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2018 Dodge Challenger

The 2018 Dodge Challenger remains the penultimate five-seat coupe muscle car. The SRT Demon joins the fray in 2018 and has quickly earned praise for being the most potent muscle car ever made. Equipped with a supercharged 6.2-liter HEMI V8 motor, the Challenger SRT Demon makes up to 840 horsepower on racing fuel and 770 pound-feet of torque, enough to trash the quarter-mile in 9.54-seconds at 120mph. The base Challenger SXT has a 3.6-liter V6 engine with 305 horsepower and 268 pound-feet of torque. The most affordable V8 Challenger is the R/T and its 5.7-liter V8 mill and standard six-speed manual or optional eight-speed automatic gearbox. Dodge’s larger 6.4-liter V8 with 485 horsepower and 475 pound-feet of torque is standard in Challenger R/T 392. Of course, the SRT Hellcat is also worth mentioning with its supercharged 6.2-liter V8 with 707 horsepower and 650 pound-feet of torque.

Cheap Thrills

The 2018 Dodge Challenger responds nicely to subtle performance mods in any configuration. All Challenger Hemi variants are prone to heat soak, a phenomenon that raises intake temperatures due to trapped hot air under the hood. As the temperatures rise, your Hemi will pump out less horsepower, and the problem gets worst during the summer or when burning rubber on the dragstrip. The easiest and most affordable way to prevent heat soak is to upgrade the engine thermostat. Installing a 180-degree (Challenger V8 Hemi) or 203-degree (Challenger 3.6L V6) thermostat coupled with a basic engine tune to lower the switch-on point of the fan speeds will get rid of heat soak, and you can do it using simple hand tools and without spending big money on pricey cooling mods. If you happen to have a tuner in hand, installing a larger-diameter throttle body is an easy DIY upgrade that yields moderate power gains. The stock 80mm throttle body is good enough for stock applications, but upgrading to an 85mm to 90mm throttle body improves air flow into the manifold and will help with performance at high RPM.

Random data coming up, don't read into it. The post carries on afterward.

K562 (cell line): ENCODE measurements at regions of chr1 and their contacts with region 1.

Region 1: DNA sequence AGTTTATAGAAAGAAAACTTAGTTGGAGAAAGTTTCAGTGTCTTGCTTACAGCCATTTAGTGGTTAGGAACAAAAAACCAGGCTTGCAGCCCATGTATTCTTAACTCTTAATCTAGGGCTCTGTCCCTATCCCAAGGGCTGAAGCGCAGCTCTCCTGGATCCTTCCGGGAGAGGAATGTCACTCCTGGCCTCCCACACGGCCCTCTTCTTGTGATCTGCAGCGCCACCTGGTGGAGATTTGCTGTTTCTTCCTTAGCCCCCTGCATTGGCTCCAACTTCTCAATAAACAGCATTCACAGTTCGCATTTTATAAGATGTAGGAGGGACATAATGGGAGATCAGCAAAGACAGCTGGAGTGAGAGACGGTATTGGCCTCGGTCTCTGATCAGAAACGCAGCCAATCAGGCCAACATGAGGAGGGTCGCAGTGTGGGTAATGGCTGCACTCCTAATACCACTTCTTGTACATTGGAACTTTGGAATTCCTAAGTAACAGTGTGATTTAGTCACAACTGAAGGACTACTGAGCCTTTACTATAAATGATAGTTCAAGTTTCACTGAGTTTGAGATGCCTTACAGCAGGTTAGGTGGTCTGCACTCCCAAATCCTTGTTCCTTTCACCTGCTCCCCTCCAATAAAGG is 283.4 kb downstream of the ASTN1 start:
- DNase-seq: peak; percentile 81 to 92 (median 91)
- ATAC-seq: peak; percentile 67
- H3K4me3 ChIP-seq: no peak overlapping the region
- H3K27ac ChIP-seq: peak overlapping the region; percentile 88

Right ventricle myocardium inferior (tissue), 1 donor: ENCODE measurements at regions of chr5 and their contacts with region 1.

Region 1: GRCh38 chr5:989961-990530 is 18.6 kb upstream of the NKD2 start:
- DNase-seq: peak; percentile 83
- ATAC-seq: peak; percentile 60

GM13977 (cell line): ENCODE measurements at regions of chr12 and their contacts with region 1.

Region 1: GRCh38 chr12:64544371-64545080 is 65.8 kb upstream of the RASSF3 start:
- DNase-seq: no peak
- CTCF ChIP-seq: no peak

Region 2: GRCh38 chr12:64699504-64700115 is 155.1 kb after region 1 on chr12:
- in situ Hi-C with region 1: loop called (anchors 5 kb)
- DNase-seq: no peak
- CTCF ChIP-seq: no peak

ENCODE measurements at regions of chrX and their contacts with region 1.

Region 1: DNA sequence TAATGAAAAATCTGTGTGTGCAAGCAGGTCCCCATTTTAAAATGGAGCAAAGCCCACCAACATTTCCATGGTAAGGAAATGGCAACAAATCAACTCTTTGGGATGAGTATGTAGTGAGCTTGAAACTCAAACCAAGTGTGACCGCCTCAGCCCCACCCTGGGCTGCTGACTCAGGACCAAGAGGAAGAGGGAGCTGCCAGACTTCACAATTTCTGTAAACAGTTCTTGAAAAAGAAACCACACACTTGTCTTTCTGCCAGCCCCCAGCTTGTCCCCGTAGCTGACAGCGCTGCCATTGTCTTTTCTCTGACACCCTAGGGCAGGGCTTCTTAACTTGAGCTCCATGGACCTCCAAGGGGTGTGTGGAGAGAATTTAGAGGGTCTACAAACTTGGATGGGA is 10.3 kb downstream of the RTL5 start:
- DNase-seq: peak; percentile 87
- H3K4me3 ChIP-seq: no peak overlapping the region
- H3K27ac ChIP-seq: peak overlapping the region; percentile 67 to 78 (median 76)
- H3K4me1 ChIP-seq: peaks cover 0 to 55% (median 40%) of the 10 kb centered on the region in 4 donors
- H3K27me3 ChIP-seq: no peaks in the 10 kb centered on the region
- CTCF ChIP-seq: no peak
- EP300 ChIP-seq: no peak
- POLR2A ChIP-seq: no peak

Better Handling

The Dodge Challenger has the heart of a champion. But it’s a huge car, and you feel it when going around corners at speed. In addition, the stock ride height may be too high for some, and nothing beats the look of a Challenger riding on a set of aftermarket lowering springs. Although installing a new set of lowering springs requires special tools and an advanced skill set, it will make your Challenger handle better while giving it a more aggressive stance. Dropping your Challenger gets rid of the gap between the top of the tire and bottom of the fender, in addition to have the rocker panels closer to the ground. The end result is a highly menacing look that may handle the corners with reduced body roll thanks to the lowered center of gravity.

Let’s Get Loud

What good is a Mopar V8 muscle car without some noise? Your V6 or V8 Challenger will benefit from a cat-back exhaust upgrade. The stock exhaust system in all Challenger SRT variants is worthy of praise. But if you have the Challenger SXT, GT, R/T, or R/T 392, installing a cat-back exhaust upgrade will significantly reduce or eliminate backpressure by improving the exhaust flow. High flow mufflers create booming, deep sound when mashing the throttle. The result is better low-end torque and a more aggressive exhaust sound typical of a genuine muscle car. And since most cat-backs feature a high-grade T-409 and T-304 stainless steel construction, it is lighter than stock and is capable of lasting the life of your muscle car under most circumstances.

2018 Dodge Challenger Parts & Accessories (V6, Scat Pack, SRT Hellcat)

2018 Dodge Challenger

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